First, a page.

Tax Code Ripe for a Spring Cleaning

It’s indisputable that our Tax Code is an absolute mess.

The Code has grown so big that there are legitimate disputes about its actual length (3.4 million words seems to be the average). Such growth is “natural” as Congress begins to hand out favors (some well intentioned, others not) and special interests weasel their way in to beneficial loopholes.

To counteract the harmful effects of a Tax Code run amok, the federal government has traditionally done a “spring cleaning” every 15 years or so. The government initiated major tax reform efforts in 1954, 1969, 1976, and 1986. And then it hit a lull.

It’s now been 25 years since the last wholesale scrubbing of the Tax Code and as a result it is more junked up than ever. The steady build up of loopholes, deductions, credits, and alternate tax schemes lead individuals and companies to waste thousands of hours and billions of dollars making sure they don’t pay too much.

Fortunately, momentum is building for tax reform. Last week President Obama released his plan for corporate tax reform (he didn’t touch the personal side) and as we lamented, it’s a mixed-bag of mostly good ideas and bad policies. The Republican presidential candidates have also tipped their hands as to how they’d fix things on the corporate side as well.

Mitt Romney would reduce the corporate income tax rate from 35 percent to 25 percent and shift from an outdated “worldwide” system to a “territorial” one. Newt Gingrich would cut the corporate income tax rate to 12.5 percent and allow 100 percent expensing of new equipment. Rick Santorum would cut it to 17.5 percent, eliminate it altogether for manufacturers, and raise the Research and Development Tax Credit from 14 percent to 20 percent. Finally, Ron Paul would cut the rate to 15 percent and allow companies to repatriate foreign-earned income without additional taxation.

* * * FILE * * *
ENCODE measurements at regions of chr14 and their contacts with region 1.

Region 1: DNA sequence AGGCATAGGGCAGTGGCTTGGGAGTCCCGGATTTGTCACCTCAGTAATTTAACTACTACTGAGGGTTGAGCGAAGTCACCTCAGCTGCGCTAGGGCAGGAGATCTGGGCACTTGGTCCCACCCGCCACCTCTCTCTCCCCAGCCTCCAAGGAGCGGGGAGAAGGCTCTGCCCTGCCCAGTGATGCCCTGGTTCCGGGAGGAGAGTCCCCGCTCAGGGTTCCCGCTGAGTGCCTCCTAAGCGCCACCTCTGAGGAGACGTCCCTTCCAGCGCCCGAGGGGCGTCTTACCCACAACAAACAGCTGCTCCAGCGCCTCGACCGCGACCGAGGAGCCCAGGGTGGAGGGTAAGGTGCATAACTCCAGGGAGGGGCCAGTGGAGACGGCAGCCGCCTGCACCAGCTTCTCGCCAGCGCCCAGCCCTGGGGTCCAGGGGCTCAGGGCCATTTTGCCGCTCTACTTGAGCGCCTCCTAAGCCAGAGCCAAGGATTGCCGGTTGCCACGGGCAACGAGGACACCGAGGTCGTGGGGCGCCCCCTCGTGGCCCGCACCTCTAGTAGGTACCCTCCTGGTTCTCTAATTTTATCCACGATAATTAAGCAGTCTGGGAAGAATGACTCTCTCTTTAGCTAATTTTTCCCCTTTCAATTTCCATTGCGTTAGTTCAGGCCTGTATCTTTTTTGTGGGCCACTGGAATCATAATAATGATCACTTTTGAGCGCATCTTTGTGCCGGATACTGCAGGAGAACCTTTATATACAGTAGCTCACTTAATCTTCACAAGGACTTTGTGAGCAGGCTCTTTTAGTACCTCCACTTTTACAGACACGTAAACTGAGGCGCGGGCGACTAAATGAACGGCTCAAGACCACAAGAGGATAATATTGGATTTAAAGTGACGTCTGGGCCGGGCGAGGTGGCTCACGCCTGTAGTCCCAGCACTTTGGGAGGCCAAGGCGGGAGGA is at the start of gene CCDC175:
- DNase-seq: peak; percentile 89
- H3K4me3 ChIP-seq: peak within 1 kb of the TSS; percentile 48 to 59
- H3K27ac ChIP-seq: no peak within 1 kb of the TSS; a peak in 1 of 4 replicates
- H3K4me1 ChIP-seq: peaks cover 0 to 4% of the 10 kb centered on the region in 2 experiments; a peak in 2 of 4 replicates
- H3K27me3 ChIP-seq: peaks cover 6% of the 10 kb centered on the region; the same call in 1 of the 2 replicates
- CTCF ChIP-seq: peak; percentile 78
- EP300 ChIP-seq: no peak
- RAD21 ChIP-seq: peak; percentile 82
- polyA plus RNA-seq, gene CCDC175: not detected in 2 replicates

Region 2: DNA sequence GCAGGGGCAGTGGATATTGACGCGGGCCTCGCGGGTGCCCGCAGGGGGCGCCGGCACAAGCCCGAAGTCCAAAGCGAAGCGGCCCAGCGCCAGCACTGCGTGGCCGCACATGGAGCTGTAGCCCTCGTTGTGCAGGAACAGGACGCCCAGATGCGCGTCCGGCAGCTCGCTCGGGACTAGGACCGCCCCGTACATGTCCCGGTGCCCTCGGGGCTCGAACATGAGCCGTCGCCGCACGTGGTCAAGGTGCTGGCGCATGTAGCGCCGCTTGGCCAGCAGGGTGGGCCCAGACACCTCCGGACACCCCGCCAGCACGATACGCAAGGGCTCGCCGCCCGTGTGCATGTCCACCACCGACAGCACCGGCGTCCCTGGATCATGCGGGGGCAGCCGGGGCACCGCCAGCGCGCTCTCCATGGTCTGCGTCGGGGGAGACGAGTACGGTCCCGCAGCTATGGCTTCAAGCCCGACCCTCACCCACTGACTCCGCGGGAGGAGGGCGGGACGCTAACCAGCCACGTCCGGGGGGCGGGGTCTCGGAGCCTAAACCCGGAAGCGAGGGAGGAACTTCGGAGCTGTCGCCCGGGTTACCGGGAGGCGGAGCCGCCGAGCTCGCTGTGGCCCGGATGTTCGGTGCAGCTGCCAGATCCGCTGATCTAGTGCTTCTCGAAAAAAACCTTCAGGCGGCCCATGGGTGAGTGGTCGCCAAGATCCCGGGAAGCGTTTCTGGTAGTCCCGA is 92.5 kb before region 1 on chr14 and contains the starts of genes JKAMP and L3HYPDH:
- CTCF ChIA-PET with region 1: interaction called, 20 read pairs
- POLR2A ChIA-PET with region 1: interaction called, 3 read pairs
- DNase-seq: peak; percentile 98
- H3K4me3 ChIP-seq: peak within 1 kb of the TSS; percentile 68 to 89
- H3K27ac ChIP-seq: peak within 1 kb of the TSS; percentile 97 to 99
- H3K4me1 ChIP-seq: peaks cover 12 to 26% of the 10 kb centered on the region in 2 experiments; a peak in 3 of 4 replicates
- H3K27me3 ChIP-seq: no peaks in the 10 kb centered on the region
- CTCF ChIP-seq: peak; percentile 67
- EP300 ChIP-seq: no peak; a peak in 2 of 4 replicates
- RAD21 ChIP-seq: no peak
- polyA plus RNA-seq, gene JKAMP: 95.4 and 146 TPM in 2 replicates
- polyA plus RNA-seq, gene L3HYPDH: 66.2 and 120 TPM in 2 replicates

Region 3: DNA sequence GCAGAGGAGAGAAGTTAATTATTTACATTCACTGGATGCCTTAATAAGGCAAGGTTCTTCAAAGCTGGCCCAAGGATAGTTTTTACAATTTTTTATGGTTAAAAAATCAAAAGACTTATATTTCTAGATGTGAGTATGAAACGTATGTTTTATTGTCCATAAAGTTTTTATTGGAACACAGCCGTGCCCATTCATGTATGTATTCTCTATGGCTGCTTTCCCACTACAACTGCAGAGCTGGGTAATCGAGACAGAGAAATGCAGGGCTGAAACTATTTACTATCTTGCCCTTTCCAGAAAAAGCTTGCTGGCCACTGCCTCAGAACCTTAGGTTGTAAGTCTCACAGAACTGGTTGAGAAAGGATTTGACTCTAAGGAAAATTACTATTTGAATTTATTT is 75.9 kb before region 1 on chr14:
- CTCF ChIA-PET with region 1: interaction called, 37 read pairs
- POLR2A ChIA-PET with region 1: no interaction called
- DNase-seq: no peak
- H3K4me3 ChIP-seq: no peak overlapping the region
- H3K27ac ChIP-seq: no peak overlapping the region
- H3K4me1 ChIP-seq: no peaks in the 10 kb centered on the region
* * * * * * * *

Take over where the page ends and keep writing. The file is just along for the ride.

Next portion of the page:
With a consensus forming that tax reform is necessary and yet nothing close to consensus on what needs to be done, it’s important to keep some core principles in mind. Fortunately, this past week the Organization of Economic Cooperation and Development (OECD) released a working paper investigating the “design of tax structures to promote economic growth.”

It’s a good read if you’re interested in this kind of stuff, but if not here are some of the more interesting tidbits I found:

  • “Corporate taxes are found to be most harmful for growth, followed by personal income taxes, and then consumption taxes.”
  • “Lowering the corporate tax rate and removing differential tax treatment may also improve the quality of investment by reducing possible tax-induced distortions in the choice of assets.”
  • “Evidence in this study suggests that lowering statutory corporate tax rates can lead to particularly large productivity gains in firms that are dynamic and profitable. . . It also appears that corporate taxes adversely influence productivity in all firms. . .”
  • “In the OECD area, the unweighted average corporate tax rate has dropped from 47% in 1982 to 40% in 1994 and 27.6% in 2007. The corporate tax rate reductions have been partly financed by corporate tax base broadening measures in many countries . . .”

From those data points it should be more clear than ever that the United States is playing catch up in the global race to become more attractive to businesses and investment.

While other nations have been actively lowering their corporate tax rates, dividend rates, and taxes on capital, the United States has stayed largely stagnant. In doing so, America has become relatively more wedded to the form of taxation that is the worst for economic growth. Moreover, we’ve likely left additional productivity gains on the table as we’ve twiddled our thumbs.

As the economy becomes more globalized and entrepreneurs, startups, and relocating businesses are trying to find the best environment for their needs it becomes all the more important that the U.S. revamp it’s thinking on taxes. Unless we want to be left out in the cold, we must be proactive in seeking to reduce our spending (and therefore, the taxes we require) in order to stay competitive. Moreover, whatever revenues remain necessary, the U.S. must do a better job in creating a tax structure that is less harmful to growth.

Each of the Republican candidates has laid out a framework that hews closely to the lessons laid out by the OECD. Now, it is our job to make sure one of them is elected to see them through.